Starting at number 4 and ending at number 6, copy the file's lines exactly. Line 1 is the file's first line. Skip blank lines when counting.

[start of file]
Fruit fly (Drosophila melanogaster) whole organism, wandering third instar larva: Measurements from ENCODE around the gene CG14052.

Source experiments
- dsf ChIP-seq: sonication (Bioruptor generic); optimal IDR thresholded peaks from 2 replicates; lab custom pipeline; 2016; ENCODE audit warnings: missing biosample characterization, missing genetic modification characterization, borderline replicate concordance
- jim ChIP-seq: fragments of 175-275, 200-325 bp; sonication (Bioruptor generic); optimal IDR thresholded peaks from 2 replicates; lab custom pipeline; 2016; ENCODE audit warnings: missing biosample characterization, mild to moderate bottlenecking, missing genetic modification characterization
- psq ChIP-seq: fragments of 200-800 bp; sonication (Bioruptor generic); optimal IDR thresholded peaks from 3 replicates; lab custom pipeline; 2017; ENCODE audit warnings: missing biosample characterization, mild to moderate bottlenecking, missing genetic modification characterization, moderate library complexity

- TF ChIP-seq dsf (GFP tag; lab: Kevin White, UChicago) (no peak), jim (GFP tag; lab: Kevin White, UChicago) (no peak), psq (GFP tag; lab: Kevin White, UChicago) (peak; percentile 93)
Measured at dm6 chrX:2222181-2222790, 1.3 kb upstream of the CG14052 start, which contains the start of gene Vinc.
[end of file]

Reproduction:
- jim ChIP-seq: fragments of 175-275, 200-325 bp; sonication (Bioruptor generic); optimal IDR thresholded peaks from 2 replicates; lab custom pipeline; 2016; ENCODE audit warnings: missing biosample characterization, mild to moderate bottlenecking, missing genetic modification characterization
- psq ChIP-seq: fragments of 200-800 bp; sonication (Bioruptor generic); optimal IDR thresholded peaks from 3 replicates; lab custom pipeline; 2017; ENCODE audit warnings: missing biosample characterization, mild to moderate bottlenecking, missing genetic modification characterization, moderate library complexity

- TF ChIP-seq dsf (GFP tag; lab: Kevin White, UChicago) (no peak), jim (GFP tag; lab: Kevin White, UChicago) (no peak), psq (GFP tag; lab: Kevin White, UChicago) (peak; percentile 93)